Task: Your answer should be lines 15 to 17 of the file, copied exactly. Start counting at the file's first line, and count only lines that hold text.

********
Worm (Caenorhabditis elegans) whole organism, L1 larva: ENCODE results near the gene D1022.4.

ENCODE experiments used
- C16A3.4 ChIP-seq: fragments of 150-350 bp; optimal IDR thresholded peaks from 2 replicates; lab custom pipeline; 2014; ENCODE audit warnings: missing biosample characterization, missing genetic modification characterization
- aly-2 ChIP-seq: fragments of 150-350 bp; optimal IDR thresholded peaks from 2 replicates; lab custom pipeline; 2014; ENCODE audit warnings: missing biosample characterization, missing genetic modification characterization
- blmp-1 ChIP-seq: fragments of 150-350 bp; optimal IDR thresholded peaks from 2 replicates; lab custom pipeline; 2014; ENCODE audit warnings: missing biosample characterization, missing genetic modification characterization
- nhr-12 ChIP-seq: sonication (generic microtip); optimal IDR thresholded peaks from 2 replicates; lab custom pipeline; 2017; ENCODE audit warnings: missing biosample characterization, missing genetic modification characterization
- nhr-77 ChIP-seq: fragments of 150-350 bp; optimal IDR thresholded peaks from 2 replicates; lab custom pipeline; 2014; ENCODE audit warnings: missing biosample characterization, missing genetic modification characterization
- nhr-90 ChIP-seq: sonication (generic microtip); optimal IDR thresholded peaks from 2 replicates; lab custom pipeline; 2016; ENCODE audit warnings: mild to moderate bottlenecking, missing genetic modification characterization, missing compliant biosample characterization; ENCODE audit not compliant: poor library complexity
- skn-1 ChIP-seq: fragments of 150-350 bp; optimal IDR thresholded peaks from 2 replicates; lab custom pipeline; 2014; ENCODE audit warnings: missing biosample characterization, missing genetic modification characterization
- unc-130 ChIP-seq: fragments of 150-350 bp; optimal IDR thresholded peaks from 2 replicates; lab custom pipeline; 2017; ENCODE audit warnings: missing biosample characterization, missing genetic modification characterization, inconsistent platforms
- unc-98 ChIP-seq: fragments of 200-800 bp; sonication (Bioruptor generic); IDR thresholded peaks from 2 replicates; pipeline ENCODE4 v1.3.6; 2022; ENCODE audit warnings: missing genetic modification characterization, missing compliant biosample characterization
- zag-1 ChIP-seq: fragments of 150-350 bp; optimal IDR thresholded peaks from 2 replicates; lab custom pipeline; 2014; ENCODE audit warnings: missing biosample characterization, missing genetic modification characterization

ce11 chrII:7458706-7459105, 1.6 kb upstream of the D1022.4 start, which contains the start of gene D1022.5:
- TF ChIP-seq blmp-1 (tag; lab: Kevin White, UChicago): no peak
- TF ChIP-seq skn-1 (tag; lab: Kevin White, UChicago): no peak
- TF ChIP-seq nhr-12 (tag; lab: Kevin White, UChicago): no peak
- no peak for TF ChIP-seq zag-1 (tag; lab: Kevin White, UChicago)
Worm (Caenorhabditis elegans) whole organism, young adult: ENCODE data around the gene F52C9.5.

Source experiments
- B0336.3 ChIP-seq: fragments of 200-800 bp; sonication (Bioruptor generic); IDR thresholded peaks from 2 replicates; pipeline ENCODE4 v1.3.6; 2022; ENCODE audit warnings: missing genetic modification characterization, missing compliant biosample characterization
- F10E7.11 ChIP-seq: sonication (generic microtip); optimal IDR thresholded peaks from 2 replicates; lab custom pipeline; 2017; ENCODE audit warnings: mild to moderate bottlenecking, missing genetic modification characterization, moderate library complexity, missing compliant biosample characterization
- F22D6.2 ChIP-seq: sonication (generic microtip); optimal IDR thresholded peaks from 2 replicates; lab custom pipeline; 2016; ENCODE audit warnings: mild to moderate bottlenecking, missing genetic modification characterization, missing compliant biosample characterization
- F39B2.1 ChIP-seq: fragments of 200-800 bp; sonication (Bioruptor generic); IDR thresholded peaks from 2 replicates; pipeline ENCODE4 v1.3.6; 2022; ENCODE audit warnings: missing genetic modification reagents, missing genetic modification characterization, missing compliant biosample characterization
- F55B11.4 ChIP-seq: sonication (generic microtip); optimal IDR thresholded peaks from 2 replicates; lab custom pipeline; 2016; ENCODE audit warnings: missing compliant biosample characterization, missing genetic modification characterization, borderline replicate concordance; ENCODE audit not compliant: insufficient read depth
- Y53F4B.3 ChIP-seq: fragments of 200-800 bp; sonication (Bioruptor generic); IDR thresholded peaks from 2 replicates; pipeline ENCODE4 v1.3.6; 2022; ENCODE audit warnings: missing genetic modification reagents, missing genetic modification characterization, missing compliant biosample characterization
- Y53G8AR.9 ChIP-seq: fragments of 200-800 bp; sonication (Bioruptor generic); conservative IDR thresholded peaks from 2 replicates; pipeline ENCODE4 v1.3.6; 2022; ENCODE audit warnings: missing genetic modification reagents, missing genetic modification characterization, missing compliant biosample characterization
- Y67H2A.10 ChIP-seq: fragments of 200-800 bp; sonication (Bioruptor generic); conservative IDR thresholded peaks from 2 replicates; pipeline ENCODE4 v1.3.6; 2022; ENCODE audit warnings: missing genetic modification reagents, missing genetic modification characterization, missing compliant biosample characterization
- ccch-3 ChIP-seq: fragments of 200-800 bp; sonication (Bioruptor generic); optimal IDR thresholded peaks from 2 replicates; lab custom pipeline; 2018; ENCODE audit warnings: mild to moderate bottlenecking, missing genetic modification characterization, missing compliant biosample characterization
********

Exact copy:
- TF ChIP-seq skn-1 (tag; lab: Kevin White, UChicago): no peak
- TF ChIP-seq nhr-12 (tag; lab: Kevin White, UChicago): no peak
- no peak for TF ChIP-seq zag-1 (tag; lab: Kevin White, UChicago)